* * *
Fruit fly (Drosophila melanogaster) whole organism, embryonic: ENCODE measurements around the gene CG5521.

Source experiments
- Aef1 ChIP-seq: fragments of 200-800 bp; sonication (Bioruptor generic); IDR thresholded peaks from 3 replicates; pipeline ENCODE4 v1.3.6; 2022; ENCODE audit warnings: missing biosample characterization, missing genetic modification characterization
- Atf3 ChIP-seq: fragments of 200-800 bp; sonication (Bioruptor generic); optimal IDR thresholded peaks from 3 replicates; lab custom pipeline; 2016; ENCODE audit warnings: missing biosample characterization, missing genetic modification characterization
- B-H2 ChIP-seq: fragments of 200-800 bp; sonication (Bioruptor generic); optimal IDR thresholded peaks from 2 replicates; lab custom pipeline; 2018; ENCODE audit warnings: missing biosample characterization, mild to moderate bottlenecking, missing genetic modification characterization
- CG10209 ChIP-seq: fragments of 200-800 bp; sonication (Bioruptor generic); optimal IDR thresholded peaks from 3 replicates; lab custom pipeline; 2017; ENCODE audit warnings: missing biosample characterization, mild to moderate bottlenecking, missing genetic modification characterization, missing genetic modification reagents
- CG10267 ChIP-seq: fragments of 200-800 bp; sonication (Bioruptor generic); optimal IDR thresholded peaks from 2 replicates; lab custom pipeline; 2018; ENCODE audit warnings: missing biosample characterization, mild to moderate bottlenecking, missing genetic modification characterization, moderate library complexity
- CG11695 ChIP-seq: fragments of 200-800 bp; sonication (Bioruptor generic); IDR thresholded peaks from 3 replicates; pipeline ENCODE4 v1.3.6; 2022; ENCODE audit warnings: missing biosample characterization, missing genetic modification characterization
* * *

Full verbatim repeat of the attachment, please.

Fruit fly (Drosophila melanogaster) whole organism, embryonic: ENCODE measurements around the gene CG5521.

Source experiments
- Aef1 ChIP-seq: fragments of 200-800 bp; sonication (Bioruptor generic); IDR thresholded peaks from 3 replicates; pipeline ENCODE4 v1.3.6; 2022; ENCODE audit warnings: missing biosample characterization, missing genetic modification characterization
- Atf3 ChIP-seq: fragments of 200-800 bp; sonication (Bioruptor generic); optimal IDR thresholded peaks from 3 replicates; lab custom pipeline; 2016; ENCODE audit warnings: missing biosample characterization, missing genetic modification characterization
- B-H2 ChIP-seq: fragments of 200-800 bp; sonication (Bioruptor generic); optimal IDR thresholded peaks from 2 replicates; lab custom pipeline; 2018; ENCODE audit warnings: missing biosample characterization, mild to moderate bottlenecking, missing genetic modification characterization
- CG10209 ChIP-seq: fragments of 200-800 bp; sonication (Bioruptor generic); optimal IDR thresholded peaks from 3 replicates; lab custom pipeline; 2017; ENCODE audit warnings: missing biosample characterization, mild to moderate bottlenecking, missing genetic modification characterization, missing genetic modification reagents
- CG10267 ChIP-seq: fragments of 200-800 bp; sonication (Bioruptor generic); optimal IDR thresholded peaks from 2 replicates; lab custom pipeline; 2018; ENCODE audit warnings: missing biosample characterization, mild to moderate bottlenecking, missing genetic modification characterization, moderate library complexity
- CG11695 ChIP-seq: fragments of 200-800 bp; sonication (Bioruptor generic); IDR thresholded peaks from 3 replicates; pipeline ENCODE4 v1.3.6; 2022; ENCODE audit warnings: missing biosample characterization, missing genetic modification characterization